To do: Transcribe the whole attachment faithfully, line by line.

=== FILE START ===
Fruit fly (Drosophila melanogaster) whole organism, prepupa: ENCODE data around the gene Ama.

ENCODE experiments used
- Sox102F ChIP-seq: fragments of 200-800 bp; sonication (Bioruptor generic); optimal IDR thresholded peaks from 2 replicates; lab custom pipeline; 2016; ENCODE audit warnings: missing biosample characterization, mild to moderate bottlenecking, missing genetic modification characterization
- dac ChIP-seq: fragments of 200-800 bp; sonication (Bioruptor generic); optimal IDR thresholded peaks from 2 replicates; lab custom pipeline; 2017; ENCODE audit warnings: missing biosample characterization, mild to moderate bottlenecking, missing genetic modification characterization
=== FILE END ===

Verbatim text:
Fruit fly (Drosophila melanogaster) whole organism, prepupa: ENCODE data around the gene Ama.

ENCODE experiments used
- Sox102F ChIP-seq: fragments of 200-800 bp; sonication (Bioruptor generic); optimal IDR thresholded peaks from 2 replicates; lab custom pipeline; 2016; ENCODE audit warnings: missing biosample characterization, mild to moderate bottlenecking, missing genetic modification characterization
- dac ChIP-seq: fragments of 200-800 bp; sonication (Bioruptor generic); optimal IDR thresholded peaks from 2 replicates; lab custom pipeline; 2017; ENCODE audit warnings: missing biosample characterization, mild to moderate bottlenecking, missing genetic modification characterization